Santa Cruz might struggle with someone like an Anselmo Moreno — who wouldn’t? — but he showed he’s a real contender, ready for someone else in the top 10 of the division. The fight got monotonous after a while, but with the right opponent, he could be in for some fun, action fights, and he’s got enough technique to hang with most anyone in the division.


Dyah Davis was totally overmatched against Sakio Bika, unable to outbox him and unable to hurt him before getting stopped in the 10th and final round. Bika is a hard man: It’s hard to imagine being a prizefighter and wanting a piece of that action, since the best case scenario is that you beat him but he roughs you up, and the worst case scenario is what Davis got, which is just plain beat up. Still, Bika might have earned himself another big fight out of this, especially with powerful adviser Al Haymon in his corner.

Davis was riding a nice streak of wins, including an upset of then-super middleweight prospect Marcus Johnson, but Bika put a brutal halt to that. Bika has joined up with trainer Kevin Cunningham, who, while not perfect in his coaching of welterweight Devon Alexander, has shown the kind of skill as a trainer to have a bigger stable than he does. Bika was awfully good, at least compared to Davis, and was more patient than in the past, something Cunningham apparently was helping him work on. Cunningham also very well might have helped Bika with his defense, which was better than ever, or maybe it was just that Davis had never been in with anyone remotely on the level of Bika, and Bika made Davis look like a C-level fighter.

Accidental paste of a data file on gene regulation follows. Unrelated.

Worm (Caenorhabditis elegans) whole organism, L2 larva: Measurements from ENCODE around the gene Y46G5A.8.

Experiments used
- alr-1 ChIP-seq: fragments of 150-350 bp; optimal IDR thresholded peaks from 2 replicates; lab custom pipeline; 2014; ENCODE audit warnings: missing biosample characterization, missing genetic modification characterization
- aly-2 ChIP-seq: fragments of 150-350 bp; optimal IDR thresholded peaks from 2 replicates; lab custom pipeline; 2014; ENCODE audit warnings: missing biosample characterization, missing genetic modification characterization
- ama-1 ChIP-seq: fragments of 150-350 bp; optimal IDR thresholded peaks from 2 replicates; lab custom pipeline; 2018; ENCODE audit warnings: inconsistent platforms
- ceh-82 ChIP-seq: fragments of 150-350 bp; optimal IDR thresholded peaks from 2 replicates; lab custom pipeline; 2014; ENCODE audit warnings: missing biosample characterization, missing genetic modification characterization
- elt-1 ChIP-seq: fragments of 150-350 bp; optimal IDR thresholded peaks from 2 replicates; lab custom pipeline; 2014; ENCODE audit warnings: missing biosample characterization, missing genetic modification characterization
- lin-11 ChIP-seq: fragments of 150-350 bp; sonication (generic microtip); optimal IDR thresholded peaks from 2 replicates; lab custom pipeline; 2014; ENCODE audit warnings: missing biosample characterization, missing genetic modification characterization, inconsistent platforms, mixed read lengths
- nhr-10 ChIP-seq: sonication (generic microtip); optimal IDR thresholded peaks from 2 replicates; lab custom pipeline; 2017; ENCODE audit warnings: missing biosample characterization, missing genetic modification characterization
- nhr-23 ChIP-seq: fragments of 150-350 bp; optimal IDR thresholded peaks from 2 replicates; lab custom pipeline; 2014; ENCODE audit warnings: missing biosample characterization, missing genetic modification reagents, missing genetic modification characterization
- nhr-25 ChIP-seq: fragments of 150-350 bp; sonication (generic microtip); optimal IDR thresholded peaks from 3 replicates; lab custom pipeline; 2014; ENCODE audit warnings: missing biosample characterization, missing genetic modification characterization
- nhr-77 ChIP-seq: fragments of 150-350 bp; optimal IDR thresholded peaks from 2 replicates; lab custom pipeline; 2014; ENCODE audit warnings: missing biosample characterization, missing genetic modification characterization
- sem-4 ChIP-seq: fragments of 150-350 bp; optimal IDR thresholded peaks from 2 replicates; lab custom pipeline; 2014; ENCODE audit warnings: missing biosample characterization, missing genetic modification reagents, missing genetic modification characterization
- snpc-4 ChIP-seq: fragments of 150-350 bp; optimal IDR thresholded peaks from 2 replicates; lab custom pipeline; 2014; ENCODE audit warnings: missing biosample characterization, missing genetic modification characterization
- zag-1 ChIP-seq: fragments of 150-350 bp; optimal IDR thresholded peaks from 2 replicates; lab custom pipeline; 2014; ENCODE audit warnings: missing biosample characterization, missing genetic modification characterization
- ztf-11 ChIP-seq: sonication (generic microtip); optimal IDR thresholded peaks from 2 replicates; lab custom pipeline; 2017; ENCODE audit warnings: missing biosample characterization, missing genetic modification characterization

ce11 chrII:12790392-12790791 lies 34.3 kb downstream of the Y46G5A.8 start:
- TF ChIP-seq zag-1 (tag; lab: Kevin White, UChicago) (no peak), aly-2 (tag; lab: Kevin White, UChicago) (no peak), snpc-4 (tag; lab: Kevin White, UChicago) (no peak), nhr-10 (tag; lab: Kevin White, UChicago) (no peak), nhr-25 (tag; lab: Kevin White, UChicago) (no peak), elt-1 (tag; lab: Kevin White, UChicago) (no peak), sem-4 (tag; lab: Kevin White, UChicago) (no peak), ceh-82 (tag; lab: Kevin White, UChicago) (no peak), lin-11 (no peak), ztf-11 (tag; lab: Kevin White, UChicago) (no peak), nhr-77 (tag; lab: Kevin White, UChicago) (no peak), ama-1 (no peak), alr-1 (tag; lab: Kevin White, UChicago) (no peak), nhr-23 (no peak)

Bika has never beaten an A-level guy, so he’s always been on the B-level himself. But it’s a pretty strong B-level. Bika has always been inordinately strong, and his roughhouse tactics can be a bit ugly and mean, but it works for him — A-level fighters never look their best against him. But put Bika in with someone like Davis, and he will beat the stuffing out of him. Davis never could get it going, and the handful of punches he landed of any consequence couldn’t hurt Bika’s brick of a head. By the 10th, Bika’s wild and strangely accurate shots caught up to Davis, and he was beating him all over the ring before the ref stepped in and stopped it.

For Davis, it was a discouraging encounter with reality. It was a worthwhile risk for him to step up against that caliber of opponent, but it didn’t pay off, and he just wasn’t ready for someone like Bika, and might not ever be. There’s no shame in that, really. Bika isn’t exactly a barrel of monkeys in there.

About Tim Starks

Tim is the founder of The Queensberry Rules and co-founder of The Transnational Boxing Rankings Board ( He lives in Washington, D.C. He has written for the Guardian, Economist, New Republic, Chicago Tribune and more.